2. This looks delicious! I never think to can anything in the winter, but this is a good idea!

  3. Mmm so yummy looking!

  4. Oh, my! I have been craving all things lemon this winter and this looks soooo good. I would spread it on a warm toasted and buttered english muffin. Sounds like heaven to me 😉

  5. This looks delicious. It’s so hard to find Meyer Lemon around here but when I do this is on my list.

  6. The thought of a “strawberry-lemonade” type marmalade makes me smile. Sounds perfectly delish!

  7. I will be making this next week! For some reason I never think about canning in February… I always wait until we have local Northwest strawberries available in the summer. But… I just bought a new crepe pan and I am now inspired to do a little canning. Thanks for the great post!

  8. I love spreading marmalade or jam onto thick crusty bread, then topping it with prosciutto and a hard cheese like parmesan or pecorino. Yummmm…!

  9. I see this recipe just days after I’ve used all my Meyers lemons! I guess I’ll go buy some more. This recipe looks sooo delicious. And I’m in a canning mood these days, just made some apple butter inspired by one of your other posts. Always inspiring! Thank you.


  10. A truly beautiful marmalade!

  11. Amber | Bluebonnets & Brownies says

    5 stars
    Meyers will definitely be the hard to find ingredient for me. I never see them in NJ, and so far, I have yet to see them in Texas either. I swear, I’m going to have to start growing them myself. But I want this marmalade in my life!

  12. I love the plethora of Meyer Lemon recipes I’m seeing these days in the blog-world. This one, certainly does not disappoint!! How delicious, it’s like having strawberry-lemonade year round 😉 – – sounds amazing, if you ask me!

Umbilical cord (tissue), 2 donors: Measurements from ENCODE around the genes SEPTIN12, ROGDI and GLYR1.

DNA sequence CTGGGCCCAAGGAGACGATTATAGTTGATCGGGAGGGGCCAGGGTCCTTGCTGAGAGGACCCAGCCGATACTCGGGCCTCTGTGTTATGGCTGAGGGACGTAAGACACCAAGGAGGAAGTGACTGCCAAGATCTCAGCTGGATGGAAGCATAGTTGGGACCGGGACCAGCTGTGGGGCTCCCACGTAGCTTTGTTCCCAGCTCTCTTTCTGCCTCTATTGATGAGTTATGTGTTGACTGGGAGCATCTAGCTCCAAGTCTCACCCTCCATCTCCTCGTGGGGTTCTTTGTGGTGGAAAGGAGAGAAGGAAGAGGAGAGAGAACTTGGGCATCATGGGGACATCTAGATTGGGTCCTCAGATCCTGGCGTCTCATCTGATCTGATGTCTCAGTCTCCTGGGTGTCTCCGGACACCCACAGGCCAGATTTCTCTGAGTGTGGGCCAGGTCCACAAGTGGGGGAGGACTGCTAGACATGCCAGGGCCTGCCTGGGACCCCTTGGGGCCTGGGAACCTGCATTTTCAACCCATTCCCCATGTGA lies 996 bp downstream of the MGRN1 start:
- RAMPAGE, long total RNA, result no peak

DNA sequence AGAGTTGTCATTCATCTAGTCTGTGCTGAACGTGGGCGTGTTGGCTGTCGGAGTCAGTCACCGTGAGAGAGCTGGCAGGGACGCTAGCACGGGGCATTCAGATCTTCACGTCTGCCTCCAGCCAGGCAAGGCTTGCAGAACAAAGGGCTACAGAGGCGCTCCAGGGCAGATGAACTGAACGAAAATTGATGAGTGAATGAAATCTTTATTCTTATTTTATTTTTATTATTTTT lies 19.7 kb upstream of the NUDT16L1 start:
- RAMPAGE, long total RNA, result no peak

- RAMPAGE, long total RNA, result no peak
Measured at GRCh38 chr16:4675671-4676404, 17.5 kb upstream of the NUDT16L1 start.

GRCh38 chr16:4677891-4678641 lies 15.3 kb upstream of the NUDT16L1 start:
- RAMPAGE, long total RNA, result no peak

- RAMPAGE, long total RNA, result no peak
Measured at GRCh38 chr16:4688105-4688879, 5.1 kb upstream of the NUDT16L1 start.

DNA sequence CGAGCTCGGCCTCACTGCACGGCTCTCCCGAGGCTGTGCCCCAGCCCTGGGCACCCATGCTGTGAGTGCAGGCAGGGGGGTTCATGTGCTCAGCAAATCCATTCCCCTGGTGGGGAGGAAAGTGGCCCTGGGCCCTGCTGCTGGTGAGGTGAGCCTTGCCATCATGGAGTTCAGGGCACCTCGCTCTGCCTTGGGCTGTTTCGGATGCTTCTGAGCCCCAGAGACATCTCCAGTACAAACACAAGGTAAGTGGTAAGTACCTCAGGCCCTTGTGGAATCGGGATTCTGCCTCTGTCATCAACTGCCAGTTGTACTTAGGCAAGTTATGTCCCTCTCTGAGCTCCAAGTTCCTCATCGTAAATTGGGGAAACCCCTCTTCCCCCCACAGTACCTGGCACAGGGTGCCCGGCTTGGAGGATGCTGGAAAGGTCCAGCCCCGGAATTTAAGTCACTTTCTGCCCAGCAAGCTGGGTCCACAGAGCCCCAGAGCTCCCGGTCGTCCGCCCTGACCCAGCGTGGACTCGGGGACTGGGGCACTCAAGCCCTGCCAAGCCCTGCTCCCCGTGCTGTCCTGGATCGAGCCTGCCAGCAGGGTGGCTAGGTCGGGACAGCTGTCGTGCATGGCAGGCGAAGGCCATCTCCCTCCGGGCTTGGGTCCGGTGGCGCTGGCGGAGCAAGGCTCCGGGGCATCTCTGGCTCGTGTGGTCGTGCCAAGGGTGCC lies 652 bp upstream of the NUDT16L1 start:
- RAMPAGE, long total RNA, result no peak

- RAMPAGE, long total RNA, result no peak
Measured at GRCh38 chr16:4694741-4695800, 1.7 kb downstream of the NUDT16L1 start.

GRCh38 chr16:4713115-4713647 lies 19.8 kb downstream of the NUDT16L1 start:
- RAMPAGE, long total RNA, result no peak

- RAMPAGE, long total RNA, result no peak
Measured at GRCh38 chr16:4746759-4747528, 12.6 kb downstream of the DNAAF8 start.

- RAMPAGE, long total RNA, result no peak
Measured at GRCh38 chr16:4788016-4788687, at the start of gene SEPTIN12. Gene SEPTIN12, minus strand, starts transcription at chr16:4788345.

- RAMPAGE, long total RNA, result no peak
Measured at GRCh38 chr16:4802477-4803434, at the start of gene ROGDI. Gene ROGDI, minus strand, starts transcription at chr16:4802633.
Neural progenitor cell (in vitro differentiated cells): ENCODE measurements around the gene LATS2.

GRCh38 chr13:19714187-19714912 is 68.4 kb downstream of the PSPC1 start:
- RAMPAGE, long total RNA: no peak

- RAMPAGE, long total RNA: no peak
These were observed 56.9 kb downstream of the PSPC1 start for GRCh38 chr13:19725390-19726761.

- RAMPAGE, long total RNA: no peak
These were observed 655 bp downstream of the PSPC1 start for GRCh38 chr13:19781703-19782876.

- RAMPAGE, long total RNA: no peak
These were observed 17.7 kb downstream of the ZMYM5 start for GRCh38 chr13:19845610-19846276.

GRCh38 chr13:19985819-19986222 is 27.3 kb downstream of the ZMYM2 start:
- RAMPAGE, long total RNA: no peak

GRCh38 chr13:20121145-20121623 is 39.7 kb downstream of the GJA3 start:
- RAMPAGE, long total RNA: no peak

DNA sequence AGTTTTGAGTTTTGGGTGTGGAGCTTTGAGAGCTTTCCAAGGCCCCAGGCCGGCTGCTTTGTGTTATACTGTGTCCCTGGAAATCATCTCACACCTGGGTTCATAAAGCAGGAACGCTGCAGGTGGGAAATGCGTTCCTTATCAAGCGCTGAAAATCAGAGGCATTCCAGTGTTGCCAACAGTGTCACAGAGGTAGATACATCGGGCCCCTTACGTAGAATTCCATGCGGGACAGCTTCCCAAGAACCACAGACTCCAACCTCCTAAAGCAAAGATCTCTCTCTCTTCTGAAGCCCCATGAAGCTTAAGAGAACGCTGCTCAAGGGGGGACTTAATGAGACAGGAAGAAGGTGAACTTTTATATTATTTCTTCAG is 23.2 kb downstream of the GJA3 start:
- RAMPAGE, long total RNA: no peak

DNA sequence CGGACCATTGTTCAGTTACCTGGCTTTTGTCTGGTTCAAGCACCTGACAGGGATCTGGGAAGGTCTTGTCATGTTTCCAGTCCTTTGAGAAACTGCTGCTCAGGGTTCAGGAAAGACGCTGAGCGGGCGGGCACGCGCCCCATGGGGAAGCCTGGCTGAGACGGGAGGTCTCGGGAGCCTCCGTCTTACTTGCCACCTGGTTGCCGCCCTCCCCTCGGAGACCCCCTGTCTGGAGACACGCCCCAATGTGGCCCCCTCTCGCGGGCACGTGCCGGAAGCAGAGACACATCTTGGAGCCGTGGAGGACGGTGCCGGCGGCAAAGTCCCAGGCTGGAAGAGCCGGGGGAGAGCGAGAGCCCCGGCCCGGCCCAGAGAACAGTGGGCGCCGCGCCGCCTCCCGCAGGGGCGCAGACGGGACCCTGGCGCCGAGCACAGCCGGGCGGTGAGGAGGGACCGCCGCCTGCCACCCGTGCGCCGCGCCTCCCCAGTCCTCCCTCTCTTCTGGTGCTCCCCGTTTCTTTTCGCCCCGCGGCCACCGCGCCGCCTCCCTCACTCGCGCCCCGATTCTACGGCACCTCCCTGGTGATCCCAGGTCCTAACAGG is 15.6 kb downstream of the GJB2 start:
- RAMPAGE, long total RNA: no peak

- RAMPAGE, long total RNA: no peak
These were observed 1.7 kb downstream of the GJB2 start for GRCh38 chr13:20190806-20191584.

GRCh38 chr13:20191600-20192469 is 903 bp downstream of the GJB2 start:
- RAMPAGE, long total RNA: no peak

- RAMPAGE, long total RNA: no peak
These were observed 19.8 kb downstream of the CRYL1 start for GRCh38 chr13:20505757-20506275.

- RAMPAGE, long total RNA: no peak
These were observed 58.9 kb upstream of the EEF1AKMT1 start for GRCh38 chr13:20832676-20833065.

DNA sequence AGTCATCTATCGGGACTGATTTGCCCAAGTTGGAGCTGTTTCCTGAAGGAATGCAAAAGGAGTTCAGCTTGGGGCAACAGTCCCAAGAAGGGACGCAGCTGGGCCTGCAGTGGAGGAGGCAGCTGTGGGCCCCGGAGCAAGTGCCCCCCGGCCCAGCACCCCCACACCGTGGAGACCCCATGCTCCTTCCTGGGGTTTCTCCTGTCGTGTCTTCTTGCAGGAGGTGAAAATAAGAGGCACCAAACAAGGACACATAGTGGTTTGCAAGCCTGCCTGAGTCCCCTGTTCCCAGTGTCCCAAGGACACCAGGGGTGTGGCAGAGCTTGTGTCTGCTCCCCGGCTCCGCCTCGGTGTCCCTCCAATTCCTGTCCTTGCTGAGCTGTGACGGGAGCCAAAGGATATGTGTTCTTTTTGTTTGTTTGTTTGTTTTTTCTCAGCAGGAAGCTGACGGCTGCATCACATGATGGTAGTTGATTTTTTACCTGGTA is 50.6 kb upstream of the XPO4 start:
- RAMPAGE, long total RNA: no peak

13. Brian @ A Thought For Food says

    Oh yes… I love the thought of adding this to a crepe. Such a lovely guest post!

  14. I do the same thing at the grocery store with tomatoes… they call to me all winter but I know they’ll be a letdown. Meyer lemons, on the other hand – they’re one of my favorite cold-weather citrus fruits!

  15. Well, now I have the canning itch. This looks so delicious.

  16. I love the colours!

  17. 5 stars
    This is absolute perfection – can’t wait to try it!

  18. Lil Rinaldi says

    Yay! Just one more way to use up my Meyer lemons! Sounds so good! Thank-you1

  19. YUM!
    There is nothing like homemade preserves…

  20. looks yummy! i love strawberries and lemon. thanks for the recipe! ((hugs))

  21. Loving this! Wish I had some right now for a piece of homemade bread!

  22. Wow! That looks so good. This might have to be my first jam / jelly / marmalade making experience!

  23. I was just thinking about how much I miss our homemade preserves(we ran out over the holidays). I plan to make this soon!

  24. OoOoOoo! I love this! Two of my favorite ingredients! Yum, thanks!!!

  25. I just found this post through the link on your blog. Thanks for the recipe. I do love strawberries and lemon. Mmmm.

  26. We had a blizzard here in CO today, so what better to do than make this recipe. It is incredibly tasty and has already been eaten by the spoonful. One question though: the set on mine is very loose. I was unclear whether the bag of pith and seeds that gives this its pectin was supposed to stay on while it cooked, or be romoved from the lemons when they are combined with the strawberries. It’s good either way, just want to know for when I make this again.

    • So glad to hear that you like it, Sara! It will have something of a soft set, though it should firm up over the next few days. I always cook the marmalade with the bag of seeds and pith in it, to extract as much pectin as possible. I pull it out when the jam is done and give it a good squeeze, to ensure that I get as much of the pectin out of it as I can.

  27. I live in Tallahassee, FL and a neighbor shared her bounty of Meyer lemons with me. And the Florida strawberries are still in season and available in abundance! I am making this tomorrow! Thanks for the recipe!

  28. 4 stars
    I fairly certain I haven’t made anything with such an intense citrus flavor before. The first bite makes you pause a second. A minute later you realize that you have just finished off an entire pint jar of it. Thanks for the recipe Marisa.

  29. 5 stars
    Making this right now!! 🙂 I have a tree full of meyers that I need to do something with!I already made 14 jars of Lemon

  30. Can this recipe be doubled or tripled?

  31. Bella Sikes says

    I am using your meyer lemon marmalade recipe from Food in Jars but can5find when I remove the seed and pith cheesecloth bundle. Help?